Game 7s in World Series doesn’t happen every year. It was just the third time in the past 15 seasons that we have been treated to a Game 7 in the World Series.

The only people disappointed were the Dodgers fans. From the moment this game got underway, the Astros looked like the team that was ready to finish this juggernaut off. Springer’s magical World Series run continued by leading off the game with a double off Yu Darvish. Things didn’t get much better for Yu.

What happened was an absolute nightmare for the Dodgers’ pitcher. Darvish would only last into the 2nd inning before Dave Roberts had seen enough. Los Angeles had spotted Houston a five-run lead and the air was completely out of the building. The 56,000 packed in fans were stunned as the Astros looked like a team on a mission this night.

They were clearly the better team during Game 7. The Dodgers had no problem in getting baserunners aboard. They, however, were unable to capitalize on the many opportunities to crawl back into this ballgame. Each time it looked as if the Dodgers were going to score runs, Astros pitchers were able to get out of the jam.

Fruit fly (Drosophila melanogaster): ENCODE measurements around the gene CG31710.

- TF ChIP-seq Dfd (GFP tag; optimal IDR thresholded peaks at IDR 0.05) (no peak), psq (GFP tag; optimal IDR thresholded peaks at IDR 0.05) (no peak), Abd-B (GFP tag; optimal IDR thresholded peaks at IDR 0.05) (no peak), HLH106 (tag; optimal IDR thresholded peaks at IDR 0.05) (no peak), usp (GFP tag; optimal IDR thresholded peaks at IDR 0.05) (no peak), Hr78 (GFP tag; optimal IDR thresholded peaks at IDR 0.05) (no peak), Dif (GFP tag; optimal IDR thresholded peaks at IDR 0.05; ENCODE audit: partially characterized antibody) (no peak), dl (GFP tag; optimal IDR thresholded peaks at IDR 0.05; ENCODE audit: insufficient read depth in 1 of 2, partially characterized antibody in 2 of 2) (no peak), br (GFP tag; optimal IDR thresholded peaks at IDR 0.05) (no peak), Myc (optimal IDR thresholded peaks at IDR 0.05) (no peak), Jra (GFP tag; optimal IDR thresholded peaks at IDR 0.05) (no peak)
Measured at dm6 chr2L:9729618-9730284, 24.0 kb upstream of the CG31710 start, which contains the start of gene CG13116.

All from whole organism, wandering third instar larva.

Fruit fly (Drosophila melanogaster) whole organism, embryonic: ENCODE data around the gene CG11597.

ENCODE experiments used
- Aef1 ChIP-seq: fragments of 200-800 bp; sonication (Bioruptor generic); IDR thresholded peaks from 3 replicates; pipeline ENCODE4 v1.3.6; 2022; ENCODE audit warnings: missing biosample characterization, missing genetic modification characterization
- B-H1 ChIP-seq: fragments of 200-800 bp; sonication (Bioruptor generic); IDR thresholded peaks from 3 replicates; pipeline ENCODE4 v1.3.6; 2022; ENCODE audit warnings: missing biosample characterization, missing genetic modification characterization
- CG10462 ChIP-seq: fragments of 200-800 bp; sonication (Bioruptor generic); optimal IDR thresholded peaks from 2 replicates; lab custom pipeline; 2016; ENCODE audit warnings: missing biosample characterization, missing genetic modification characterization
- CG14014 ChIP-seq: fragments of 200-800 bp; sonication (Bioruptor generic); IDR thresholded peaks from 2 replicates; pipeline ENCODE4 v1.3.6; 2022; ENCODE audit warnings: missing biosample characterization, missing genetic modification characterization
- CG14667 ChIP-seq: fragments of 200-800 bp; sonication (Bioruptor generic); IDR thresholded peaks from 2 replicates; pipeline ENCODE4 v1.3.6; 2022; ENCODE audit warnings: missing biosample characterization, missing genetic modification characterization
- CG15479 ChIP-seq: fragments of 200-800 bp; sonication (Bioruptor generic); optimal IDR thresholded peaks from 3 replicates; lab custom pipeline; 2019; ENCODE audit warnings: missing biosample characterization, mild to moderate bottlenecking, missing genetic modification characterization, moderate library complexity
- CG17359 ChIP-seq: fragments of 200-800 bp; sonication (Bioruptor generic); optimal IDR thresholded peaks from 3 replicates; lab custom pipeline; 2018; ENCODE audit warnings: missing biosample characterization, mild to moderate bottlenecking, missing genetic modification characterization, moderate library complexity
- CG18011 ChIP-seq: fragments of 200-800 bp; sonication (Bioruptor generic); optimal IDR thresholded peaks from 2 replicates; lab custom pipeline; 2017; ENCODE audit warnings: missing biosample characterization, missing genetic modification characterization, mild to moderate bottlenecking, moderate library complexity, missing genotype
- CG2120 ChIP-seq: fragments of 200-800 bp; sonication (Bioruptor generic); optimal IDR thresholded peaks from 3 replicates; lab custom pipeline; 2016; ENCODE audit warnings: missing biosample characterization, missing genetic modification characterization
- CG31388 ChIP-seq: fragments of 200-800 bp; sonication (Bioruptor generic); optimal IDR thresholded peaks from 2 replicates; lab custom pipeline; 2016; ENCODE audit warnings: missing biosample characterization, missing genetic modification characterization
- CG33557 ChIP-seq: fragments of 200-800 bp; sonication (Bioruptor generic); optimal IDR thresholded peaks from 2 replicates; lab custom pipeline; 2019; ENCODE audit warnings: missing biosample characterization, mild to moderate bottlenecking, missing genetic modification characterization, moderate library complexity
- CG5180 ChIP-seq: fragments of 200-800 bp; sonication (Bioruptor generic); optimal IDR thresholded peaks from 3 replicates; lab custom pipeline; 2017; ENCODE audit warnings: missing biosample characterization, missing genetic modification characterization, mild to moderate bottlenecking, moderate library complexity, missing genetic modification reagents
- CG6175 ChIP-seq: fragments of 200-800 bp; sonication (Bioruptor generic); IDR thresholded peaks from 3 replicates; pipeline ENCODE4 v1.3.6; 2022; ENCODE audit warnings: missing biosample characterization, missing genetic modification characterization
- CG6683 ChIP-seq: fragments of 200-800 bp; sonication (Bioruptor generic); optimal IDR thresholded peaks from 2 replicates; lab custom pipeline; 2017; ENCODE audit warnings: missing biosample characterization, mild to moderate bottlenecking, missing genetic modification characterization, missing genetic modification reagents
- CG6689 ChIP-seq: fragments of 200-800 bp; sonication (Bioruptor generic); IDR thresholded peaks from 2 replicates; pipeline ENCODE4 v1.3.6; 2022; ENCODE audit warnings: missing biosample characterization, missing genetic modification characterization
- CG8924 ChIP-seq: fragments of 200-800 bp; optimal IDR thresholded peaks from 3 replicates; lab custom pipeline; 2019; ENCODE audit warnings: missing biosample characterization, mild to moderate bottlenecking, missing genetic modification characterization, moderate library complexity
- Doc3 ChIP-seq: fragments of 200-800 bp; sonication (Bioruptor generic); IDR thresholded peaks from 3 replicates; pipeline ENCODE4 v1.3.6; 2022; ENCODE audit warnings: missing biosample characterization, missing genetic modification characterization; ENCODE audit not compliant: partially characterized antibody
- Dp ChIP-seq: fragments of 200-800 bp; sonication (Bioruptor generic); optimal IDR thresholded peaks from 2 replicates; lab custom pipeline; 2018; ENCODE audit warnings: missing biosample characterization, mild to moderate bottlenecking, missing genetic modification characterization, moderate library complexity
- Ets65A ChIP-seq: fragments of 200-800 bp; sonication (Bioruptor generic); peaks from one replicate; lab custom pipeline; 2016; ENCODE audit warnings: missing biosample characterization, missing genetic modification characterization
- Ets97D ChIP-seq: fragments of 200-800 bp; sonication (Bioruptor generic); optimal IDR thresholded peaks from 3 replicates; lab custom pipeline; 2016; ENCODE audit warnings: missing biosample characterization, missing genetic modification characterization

Sometimes when it’s your time, it’s just your time. I kind of think that was the case for this Houston Astros ballclub.


I hate getting into to sappy stuff, saying things like “this team was destined” or “they deserved to win that game”. However, this year’s Astros squad was that team. This is a team that lost more than 100 games three straight seasons just a few short years ago.

This is the city that had to experience the worst hurricane in United States history just a month or so prior. This team and these fans deserved to enjoy the high that is winning a World Series.

I am just glad I got to watch it all take place. This blog hardly does justice to the spectacle that was this year’s World Series. Reminiscing and recapping the intensity each night was what I was trying to achieve. If you got even 10% as fired up reading this article as I was watching the games, I know I did my job!